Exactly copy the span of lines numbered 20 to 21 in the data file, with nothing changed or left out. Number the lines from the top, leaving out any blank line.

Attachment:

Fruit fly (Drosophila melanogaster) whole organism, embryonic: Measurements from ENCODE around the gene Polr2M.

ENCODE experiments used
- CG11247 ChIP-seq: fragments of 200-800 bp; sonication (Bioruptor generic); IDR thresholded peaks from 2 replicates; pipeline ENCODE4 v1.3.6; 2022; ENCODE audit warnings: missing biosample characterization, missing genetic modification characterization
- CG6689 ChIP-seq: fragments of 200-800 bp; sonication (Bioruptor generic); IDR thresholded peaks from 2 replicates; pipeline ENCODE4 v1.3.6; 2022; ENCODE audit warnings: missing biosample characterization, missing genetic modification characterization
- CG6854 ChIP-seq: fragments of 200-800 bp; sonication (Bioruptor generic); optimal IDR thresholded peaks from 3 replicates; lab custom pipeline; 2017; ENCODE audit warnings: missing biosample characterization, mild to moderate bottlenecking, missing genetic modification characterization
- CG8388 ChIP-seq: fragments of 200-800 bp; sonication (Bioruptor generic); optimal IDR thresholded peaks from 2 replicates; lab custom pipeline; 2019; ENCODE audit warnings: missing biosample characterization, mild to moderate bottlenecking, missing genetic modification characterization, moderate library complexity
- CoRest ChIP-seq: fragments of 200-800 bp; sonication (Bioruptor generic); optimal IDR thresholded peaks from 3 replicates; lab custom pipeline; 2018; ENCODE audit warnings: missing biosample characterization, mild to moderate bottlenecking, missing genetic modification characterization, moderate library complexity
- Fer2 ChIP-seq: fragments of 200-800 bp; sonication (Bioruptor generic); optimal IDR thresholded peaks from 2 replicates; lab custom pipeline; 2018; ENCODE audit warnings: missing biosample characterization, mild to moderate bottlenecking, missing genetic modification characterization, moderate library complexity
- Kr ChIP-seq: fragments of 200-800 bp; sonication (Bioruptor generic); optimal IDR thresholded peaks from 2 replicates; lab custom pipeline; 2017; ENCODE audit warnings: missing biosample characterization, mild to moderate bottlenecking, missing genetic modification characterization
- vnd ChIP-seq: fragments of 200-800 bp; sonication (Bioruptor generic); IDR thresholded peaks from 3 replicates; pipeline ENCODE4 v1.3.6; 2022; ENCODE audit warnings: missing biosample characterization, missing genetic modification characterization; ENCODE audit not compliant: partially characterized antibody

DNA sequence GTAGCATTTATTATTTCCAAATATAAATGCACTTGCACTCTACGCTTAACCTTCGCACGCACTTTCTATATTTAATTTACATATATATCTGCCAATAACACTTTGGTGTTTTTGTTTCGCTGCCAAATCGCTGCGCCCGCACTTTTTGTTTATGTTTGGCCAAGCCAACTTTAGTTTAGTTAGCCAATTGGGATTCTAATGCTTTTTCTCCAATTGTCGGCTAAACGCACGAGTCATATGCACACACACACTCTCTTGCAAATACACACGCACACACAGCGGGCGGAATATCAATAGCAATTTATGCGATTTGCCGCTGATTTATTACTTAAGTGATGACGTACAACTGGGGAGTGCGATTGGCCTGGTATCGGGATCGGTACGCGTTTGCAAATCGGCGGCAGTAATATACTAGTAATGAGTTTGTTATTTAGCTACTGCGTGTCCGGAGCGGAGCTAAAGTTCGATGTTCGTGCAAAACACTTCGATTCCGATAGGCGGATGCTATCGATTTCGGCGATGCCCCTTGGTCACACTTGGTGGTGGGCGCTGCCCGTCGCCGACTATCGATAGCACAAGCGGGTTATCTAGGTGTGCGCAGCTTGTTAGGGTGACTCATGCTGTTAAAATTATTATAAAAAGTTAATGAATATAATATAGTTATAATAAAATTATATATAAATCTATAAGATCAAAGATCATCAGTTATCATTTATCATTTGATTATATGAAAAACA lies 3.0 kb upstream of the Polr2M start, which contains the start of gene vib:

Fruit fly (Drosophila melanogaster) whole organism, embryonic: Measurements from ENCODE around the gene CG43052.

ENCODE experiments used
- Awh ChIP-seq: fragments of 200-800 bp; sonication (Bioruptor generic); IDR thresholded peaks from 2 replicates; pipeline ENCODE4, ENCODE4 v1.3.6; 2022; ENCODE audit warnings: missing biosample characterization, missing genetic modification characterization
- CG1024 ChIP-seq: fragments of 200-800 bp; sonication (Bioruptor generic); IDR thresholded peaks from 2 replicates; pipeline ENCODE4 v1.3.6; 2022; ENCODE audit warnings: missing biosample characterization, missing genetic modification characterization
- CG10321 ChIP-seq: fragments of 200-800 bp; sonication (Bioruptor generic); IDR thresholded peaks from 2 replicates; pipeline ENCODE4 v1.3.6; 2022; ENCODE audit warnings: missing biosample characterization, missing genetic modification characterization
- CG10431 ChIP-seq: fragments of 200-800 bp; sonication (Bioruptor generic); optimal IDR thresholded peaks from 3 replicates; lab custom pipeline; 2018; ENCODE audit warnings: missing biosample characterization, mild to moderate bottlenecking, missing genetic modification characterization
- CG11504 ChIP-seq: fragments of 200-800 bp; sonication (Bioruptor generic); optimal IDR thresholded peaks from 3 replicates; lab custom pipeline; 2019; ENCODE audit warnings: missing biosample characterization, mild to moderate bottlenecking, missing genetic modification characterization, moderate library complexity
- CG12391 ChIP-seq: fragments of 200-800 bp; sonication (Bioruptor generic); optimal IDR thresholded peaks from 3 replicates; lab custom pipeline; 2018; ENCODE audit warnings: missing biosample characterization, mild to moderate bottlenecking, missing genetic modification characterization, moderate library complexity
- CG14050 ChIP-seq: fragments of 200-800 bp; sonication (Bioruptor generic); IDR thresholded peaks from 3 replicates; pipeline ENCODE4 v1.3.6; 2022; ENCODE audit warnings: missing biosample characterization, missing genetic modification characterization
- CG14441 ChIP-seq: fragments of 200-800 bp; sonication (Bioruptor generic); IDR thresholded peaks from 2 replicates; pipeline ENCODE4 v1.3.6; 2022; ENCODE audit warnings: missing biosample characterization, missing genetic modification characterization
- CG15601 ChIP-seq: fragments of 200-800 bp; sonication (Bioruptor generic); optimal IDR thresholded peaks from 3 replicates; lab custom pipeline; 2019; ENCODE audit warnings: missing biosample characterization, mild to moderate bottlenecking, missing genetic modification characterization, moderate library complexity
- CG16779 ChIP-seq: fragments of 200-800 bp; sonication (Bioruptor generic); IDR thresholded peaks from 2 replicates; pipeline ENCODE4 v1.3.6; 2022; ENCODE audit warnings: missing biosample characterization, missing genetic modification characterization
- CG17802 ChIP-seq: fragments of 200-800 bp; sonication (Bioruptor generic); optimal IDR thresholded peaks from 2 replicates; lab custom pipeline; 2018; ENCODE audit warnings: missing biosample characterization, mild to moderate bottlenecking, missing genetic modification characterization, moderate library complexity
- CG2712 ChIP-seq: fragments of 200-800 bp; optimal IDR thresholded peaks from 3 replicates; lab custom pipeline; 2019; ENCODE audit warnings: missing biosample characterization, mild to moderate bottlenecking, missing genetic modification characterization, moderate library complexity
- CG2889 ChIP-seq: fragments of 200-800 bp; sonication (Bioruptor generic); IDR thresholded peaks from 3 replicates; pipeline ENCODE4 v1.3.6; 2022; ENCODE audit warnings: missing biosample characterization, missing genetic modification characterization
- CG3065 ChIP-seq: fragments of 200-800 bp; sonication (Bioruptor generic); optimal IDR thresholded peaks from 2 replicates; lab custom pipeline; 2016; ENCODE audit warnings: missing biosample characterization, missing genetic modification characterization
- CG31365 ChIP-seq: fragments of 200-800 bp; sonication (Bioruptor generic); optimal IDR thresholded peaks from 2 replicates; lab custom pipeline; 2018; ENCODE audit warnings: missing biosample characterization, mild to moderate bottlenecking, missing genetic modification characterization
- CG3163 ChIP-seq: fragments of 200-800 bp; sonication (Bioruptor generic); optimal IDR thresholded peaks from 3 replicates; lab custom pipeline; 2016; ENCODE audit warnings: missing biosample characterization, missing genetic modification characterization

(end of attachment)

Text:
- CG14050 ChIP-seq: fragments of 200-800 bp; sonication (Bioruptor generic); IDR thresholded peaks from 3 replicates; pipeline ENCODE4 v1.3.6; 2022; ENCODE audit warnings: missing biosample characterization, missing genetic modification characterization
- CG14441 ChIP-seq: fragments of 200-800 bp; sonication (Bioruptor generic); IDR thresholded peaks from 2 replicates; pipeline ENCODE4 v1.3.6; 2022; ENCODE audit warnings: missing biosample characterization, missing genetic modification characterization